[2] 5 U.S.C.A. § 22; United States v. Reynolds, 1953, 345 U.S. 1, 73 S. Ct. 528, 97 L. Ed. 727.

[3] Rule 56(b), Federal Rules of Civil Procedure, 28 U.S.C.A.

[4] Rule 42(b), Federal Rules of Civil Procedure.

[5] 35 U.S.C.A. § 102(a), (b) or (c).

[6] 28 U.S.C.A. § 1498.

[7] 35 U.S.C.A. § 183.

[8] Magee v. Coca-Cola Co., 7 Cir., 1956, 232 F.2d 596; Syracuse v. Paris, 9 Cir., 1956, 234 F.2d 65; George P. Converse & Co., Inc. v. Polaroid Corporation, 1 Cir., 1957, 242 F.2d 116, 120; Gearon v. United States, 1954, 121 F. Supp. 652, 129 Ct.Cl. 315.

[9] Hazeltine Research, Inc. v. General Motors Corporation, 6 Cir., 1948, 171 F.2d 680, 681. See cases cited in Note 8, supra.

[10] "707.05(f) Effective Dates of Declassified Printed Matter

"A large amount of printed matter prepared for use during the war and classified as secret, confidential, or restricted, has been declassified and is now available to the public at large. In using this material as references there are usually two pertinent dates to be considered, namely, the printing date and the publication date. The printing date in some instances will appear on the material and may be considered as that date when the material was prepared for limited distribution. The publication date is the date of release when the material was made available to the public. If the date of release does not appear on the material, this date may be determined by reference to the Office of Technical Services, Commerce Department.

"In the use of any of the above noted material as an anticipatory publication, the date of release following declassification is the effective date of publication within the meaning of the statute.

"For the purpose of anticipation predicated upon prior knowledge under 35 U.S.C. [§] 102(a) the above noted declassified material may be taken as prima facie evidence of such prior knowledge as of its printing date even though such material was classified at that time. When so used the material does not constitute an absolute statutory bar and its printing date may be antedated by an affidavit under Rule 131 [35 U.S.C.A., Appendix]. (Notice of Feb. 24, 1947, Revised.)"

(Manual of Patent Examining Procedure, Second Edition, November 1953, Rev. 3, June 1957).

[11] 35 U.S.C.A. § 102(b). Provisions against "sale" or "use" beyond a certain period have a long history. There were similar ones in the first Patent Act of 1790 (Ch. 34) which were carried over into the Act of 1793 (Ch. 11). They have been retained despite frequent amendments to those statutes. See, Patent Act of 1836, §§ 6, 7 and 15, 5 Stat. at Large 117; Patent Act of 1839, § 7, 5 Stat. at Large 353; Patent Act of 1865, § 61, 13 Stat. at Large 533; Revised Statutes, 1874, § 4920; Patent Act of 1952, 35 U.S.C.A. § 102.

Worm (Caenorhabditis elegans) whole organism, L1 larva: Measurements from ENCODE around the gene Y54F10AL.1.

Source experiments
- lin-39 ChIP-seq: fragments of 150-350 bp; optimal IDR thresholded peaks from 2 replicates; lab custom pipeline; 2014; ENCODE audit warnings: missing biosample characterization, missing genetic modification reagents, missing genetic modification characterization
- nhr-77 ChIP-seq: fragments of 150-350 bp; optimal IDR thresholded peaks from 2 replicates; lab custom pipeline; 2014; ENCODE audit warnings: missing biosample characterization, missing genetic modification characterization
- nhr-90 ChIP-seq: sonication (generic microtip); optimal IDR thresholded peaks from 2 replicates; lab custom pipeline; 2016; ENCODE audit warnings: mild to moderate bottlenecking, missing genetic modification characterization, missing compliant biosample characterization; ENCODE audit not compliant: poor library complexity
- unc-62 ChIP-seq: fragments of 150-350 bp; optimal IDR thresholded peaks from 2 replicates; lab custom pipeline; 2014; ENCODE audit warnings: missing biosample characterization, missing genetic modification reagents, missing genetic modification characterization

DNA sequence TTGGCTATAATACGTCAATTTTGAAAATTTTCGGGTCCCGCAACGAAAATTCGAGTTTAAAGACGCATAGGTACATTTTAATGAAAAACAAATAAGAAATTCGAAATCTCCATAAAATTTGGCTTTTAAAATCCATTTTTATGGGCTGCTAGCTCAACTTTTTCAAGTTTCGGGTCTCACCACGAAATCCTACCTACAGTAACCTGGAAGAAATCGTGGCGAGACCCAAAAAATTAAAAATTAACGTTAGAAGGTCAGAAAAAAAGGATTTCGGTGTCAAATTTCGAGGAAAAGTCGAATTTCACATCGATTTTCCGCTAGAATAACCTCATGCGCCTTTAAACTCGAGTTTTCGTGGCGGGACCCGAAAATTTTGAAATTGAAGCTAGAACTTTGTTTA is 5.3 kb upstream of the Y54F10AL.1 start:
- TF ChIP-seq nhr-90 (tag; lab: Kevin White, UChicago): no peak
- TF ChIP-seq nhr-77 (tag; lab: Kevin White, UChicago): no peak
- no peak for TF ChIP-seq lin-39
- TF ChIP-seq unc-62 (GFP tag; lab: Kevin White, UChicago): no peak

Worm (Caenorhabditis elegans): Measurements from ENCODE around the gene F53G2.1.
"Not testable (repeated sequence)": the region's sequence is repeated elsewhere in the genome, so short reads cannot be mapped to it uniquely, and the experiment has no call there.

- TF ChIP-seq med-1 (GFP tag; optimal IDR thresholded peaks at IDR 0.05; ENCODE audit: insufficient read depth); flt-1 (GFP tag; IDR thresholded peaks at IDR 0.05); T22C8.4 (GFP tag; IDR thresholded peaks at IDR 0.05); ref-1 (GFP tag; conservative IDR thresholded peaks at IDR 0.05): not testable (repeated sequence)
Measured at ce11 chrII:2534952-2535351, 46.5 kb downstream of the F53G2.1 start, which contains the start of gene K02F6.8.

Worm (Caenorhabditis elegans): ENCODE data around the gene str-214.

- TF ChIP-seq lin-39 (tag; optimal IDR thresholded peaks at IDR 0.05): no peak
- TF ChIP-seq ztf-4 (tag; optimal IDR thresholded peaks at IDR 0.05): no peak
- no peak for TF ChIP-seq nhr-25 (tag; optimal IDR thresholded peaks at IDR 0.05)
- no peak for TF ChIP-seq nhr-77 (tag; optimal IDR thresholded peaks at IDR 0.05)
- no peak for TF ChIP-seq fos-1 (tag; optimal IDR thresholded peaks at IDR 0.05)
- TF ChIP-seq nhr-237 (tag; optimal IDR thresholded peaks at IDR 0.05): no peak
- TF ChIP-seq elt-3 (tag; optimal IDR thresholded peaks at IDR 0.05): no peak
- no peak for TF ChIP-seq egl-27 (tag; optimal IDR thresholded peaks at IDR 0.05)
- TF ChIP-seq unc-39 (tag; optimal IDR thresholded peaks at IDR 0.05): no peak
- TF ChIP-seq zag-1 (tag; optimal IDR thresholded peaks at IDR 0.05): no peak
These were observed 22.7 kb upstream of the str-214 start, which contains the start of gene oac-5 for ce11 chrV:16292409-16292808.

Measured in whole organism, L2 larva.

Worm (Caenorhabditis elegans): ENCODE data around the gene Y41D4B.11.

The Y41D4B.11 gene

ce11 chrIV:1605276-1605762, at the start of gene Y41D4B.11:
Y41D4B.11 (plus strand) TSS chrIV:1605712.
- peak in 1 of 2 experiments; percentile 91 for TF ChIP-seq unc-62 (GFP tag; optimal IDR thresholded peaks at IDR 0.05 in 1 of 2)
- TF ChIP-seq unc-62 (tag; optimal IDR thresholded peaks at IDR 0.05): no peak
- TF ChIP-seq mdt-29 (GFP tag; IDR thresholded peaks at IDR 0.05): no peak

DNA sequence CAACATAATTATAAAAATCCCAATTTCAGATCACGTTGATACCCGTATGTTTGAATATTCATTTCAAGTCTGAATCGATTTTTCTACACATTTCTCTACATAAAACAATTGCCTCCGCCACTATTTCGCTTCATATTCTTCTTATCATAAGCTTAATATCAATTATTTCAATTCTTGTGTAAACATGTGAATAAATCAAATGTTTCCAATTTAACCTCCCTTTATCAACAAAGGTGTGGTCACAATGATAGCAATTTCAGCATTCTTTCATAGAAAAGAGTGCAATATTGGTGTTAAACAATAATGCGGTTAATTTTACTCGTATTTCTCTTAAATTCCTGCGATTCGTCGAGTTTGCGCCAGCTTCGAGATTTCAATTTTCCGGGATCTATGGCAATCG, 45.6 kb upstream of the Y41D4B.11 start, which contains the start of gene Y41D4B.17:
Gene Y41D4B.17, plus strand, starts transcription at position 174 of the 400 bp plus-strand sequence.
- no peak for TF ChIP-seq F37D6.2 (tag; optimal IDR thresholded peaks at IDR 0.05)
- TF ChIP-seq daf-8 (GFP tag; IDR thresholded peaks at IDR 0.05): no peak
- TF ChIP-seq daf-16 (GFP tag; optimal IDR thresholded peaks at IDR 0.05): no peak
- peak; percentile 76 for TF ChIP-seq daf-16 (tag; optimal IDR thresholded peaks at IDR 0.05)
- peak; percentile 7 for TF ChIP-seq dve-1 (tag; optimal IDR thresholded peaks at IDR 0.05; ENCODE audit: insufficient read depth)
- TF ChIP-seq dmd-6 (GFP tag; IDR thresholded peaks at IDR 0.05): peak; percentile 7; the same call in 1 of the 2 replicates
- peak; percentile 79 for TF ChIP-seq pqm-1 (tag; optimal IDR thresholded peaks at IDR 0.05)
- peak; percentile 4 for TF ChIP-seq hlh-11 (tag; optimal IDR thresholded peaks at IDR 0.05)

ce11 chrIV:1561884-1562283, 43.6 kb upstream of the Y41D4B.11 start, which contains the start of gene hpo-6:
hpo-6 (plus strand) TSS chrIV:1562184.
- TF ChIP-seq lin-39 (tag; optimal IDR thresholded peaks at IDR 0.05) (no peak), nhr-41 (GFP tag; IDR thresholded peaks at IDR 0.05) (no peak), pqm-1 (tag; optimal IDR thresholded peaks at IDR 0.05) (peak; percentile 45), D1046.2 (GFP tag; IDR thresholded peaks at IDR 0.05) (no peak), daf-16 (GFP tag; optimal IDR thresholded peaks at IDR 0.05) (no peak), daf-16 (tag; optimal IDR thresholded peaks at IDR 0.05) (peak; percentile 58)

[12] Consolidated Fruit-Jar Co. v. Wright, 1876, 94 U.S. 92, 94, 24 L. Ed. 68; Smith & Griggs Mfg. Co. v. Sprague, Adm'x, 1887, 123 U.S. 249, 256, 8 S. Ct. 122, 31 L. Ed. 141; Covert v. Covert, C.C. W.D.N.Y.1901, 106 F. 183, 187-188; Burke Electric Co. v. Independent Pneumatic Tool Co., 2 Cir., 1916, 234 F. 93; Lorenz v. Colgate-Palmolive-Peet Co., 3 Cir., 1948, 167 F.2d 423, 429-430; Baumler v. Ford Motor Co., D.C.Minn.1949, 89 F. Supp. 218, 220-221. Pitts v. Hall, C.C.N.Y.1851, 2 Blatchf. 229, Fed.Cas. No. 11,192, 19 Fed.Cas. 754, contains a statement by Circuit Justice Nelson giving the reason for the rule which has been quoted very often by courts (including the Supreme Court in Consolidated Fruit-Jar Co. v. Wright, supra, 94 U.S. at page 94):

"* * * the patentee may forfeit his right to the invention if he constructs it and vends it to others to use, or if he uses it publicly himself in the ordinary way of a public use of a machine, at any time prior to the period of two years before he makes his application for a patent. That is, he is not allowed to derive any benefit from the sale or the use of his machine, without forfeiting his right, except within two years prior to the time he makes his application." Pitts v. Hall, supra, 19 Fed.Cas. at page 757.

Under these authorities an offer to sell is a sale. And see, Magee v. Coca-Cola Co., supra Note 8, 232 F.2d at page 600; Maibohm v. RCA Victor Co., 4 Cir., 1937, 89 F.2d 317, 320-321; Chicopee Manufacturing Corp. v. Columbus Fiber Mills Co., Inc., D.C.M.D.Ga.1958, 165 F. Supp. 307, 324-325.

[13] Smith & Griggs Mfg. Co. v. Sprague, Adm'x, supra Note 12, 123 U.S. at page 257, 8 S.Ct. at page 126. Other cases declaring the same rule are Egbert v. Lippmann, 1881, 104 U.S. 333, 336, 26 L. Ed. 755; National Cash Register Co. v. American Cash Register Co., 2 Cir., 1910, 178 F. 79, 82; A. Schrader's Sons, Inc. v. Wein Sales Corporation, 2 Cir., 1925, 9 F.2d 306, 308; Metallizing Engineering Co., Inc. v. Kenyon Bearing & Auto Parts Co., Inc., 2 Cir., 1946, 153 F.2d 516, 520; Schmeiser v. Thomasian, 9 Cir., 1955, 227 F.2d 875, 876.